An image of family

An image of hamster babies waddling out into the light, blind and naked. Nervously, their parents rush around. Their obvious cluelessness is made irrelevant by the relative stability of the world they grew into. Things will be okay. We are already here. We are already moving. All hamsters die young and yet, they don’t even need to understand death.

The sound of heels on concrete. Tok tok, tok tok, tok tok. My mother has two legs and she’s letting the ground know it. Where are we going? We don’t know, we don’t need to know. A cloud moves across the land looking for a place to shed its feathers. It doesn’t know where it is going, but it is moving. We are moving, too. Tok tok, tok tok, tok tok. The drumming centers us. We are here where the concrete is, where trees line the street, where the unnamed birds are and some named birds, too, where cars go to sleep and wake up quietly with tired eyes. Our legs are so short that we can run without getting lost. We are slow enough to feel fast. We are moving. We don’t even need to know where we are going.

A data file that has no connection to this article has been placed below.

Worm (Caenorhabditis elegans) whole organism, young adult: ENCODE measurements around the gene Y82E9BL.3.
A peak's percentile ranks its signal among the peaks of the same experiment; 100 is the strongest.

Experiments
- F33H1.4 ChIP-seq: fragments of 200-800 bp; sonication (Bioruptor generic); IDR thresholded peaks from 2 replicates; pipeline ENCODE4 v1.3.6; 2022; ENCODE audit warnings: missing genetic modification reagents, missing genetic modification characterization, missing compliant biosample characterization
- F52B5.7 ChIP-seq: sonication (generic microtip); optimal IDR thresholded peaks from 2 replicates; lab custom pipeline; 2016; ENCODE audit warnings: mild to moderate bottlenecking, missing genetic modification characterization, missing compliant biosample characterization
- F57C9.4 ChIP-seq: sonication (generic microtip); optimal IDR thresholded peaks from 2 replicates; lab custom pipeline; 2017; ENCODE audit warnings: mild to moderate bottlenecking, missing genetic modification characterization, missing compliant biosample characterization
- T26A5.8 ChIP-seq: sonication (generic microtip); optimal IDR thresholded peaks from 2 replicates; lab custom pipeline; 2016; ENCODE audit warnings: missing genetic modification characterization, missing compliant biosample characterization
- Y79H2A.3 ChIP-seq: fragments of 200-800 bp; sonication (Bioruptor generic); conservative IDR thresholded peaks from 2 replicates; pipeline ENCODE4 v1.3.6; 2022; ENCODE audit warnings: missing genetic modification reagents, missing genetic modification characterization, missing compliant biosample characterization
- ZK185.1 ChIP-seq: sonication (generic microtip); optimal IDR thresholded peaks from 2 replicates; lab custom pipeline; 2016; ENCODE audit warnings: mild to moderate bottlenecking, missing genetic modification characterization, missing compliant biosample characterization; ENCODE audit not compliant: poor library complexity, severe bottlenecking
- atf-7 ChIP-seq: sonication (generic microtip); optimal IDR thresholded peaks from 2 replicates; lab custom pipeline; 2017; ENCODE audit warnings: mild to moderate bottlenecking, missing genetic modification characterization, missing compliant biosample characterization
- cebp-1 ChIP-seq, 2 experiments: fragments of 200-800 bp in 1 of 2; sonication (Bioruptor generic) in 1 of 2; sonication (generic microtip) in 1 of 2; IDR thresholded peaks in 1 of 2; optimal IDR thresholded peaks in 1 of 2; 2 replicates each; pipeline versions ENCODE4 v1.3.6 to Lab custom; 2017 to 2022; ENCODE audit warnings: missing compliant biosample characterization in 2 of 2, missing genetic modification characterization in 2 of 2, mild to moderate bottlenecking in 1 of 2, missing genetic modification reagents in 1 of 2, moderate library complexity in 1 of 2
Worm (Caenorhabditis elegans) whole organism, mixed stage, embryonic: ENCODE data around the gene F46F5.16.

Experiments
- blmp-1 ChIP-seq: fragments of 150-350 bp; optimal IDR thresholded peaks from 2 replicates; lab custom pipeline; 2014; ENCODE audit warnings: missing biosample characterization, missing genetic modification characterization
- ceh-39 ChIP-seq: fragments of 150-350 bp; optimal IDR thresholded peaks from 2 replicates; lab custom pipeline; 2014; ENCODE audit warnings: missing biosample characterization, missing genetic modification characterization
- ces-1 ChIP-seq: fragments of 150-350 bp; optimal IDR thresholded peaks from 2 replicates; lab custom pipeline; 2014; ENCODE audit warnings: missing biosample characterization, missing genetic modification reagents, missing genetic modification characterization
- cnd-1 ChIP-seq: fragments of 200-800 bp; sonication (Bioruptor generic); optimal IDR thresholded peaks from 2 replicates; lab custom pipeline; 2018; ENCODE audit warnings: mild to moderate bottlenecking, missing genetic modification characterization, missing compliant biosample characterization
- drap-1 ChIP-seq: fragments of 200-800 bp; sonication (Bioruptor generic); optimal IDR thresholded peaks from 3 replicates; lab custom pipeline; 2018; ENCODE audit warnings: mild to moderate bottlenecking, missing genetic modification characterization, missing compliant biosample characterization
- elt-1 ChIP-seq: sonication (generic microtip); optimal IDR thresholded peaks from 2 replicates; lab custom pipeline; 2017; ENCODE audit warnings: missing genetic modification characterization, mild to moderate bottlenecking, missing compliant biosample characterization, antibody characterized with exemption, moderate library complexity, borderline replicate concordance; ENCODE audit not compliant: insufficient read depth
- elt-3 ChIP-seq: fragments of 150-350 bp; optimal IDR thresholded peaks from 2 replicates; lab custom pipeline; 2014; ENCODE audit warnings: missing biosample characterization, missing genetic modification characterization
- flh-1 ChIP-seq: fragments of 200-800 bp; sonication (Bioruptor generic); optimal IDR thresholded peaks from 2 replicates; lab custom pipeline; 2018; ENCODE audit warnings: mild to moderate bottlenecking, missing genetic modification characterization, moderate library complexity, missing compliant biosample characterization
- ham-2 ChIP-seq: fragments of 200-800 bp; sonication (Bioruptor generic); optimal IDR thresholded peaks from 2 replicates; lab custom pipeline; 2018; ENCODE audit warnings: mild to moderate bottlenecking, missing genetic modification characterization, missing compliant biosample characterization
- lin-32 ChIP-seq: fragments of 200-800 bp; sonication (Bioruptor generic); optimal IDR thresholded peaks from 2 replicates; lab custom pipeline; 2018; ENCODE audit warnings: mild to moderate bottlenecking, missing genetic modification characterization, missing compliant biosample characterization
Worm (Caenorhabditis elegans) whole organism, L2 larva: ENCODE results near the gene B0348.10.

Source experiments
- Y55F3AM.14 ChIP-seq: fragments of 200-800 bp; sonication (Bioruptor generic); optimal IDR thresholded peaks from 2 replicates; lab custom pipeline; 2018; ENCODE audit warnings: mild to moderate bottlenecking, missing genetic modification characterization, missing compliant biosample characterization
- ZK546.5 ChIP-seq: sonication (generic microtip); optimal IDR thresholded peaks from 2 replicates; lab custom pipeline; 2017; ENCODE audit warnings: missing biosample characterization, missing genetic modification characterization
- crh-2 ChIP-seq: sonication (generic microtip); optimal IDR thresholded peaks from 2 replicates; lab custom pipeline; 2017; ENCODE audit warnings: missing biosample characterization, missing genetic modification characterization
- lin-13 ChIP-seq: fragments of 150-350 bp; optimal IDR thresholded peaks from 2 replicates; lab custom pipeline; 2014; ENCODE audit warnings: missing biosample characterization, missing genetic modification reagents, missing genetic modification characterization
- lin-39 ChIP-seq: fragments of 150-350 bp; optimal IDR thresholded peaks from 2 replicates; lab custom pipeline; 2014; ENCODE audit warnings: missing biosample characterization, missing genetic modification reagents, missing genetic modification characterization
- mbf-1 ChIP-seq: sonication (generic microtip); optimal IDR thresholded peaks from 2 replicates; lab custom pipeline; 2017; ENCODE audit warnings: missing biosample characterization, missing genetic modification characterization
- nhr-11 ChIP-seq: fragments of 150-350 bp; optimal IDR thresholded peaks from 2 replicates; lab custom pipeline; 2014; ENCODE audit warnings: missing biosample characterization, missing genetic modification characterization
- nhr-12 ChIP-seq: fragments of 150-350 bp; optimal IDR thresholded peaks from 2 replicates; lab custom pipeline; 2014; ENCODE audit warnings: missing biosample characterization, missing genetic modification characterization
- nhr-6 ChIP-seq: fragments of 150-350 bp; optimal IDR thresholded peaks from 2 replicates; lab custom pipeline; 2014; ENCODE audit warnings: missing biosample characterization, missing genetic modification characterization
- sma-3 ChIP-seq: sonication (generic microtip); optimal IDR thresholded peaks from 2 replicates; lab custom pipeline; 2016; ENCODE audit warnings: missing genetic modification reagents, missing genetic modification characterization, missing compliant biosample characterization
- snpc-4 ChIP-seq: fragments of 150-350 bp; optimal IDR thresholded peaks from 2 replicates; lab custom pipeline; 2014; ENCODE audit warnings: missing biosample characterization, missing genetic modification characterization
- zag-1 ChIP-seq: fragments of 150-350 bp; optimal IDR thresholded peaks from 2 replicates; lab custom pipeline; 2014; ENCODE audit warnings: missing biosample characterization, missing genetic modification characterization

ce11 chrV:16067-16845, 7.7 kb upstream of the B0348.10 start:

The touch of a smooth glass surface under my fingers. As the memory of their faces continues to fade, the record of old letters provides a fixed but harsh and incomplete window into what happened. A cold light reveals the ugly shapes of shattered bits and pieces. I am tempted to add a new piece that I’ve carved. The shapes have become softer over time. This one is almost beautiful. I touch the ground and cry a little. What I am touching is an image I’ve created for myself. I used to think there is so much I want to say to them, but now I think of that as a misunderstanding and a false hope. They will never see me and they can’t. My legs have grown and I never stopped running. I know where I am.

The twinkling of the evening sunlight around an infinite number of intricate edges in a see of unnamed plants surrounding me. As I see them spread out all around me, something tells me that everything is already there. There is nowhere to go. There is just all of this and there is me and I am a part of it. I breathe in and out, a slow and soft rhythm so unlike the sound of the heels I remember. The separation I feel is an intentional image that I preserve by choice. I want to be sad, at least for the moment.

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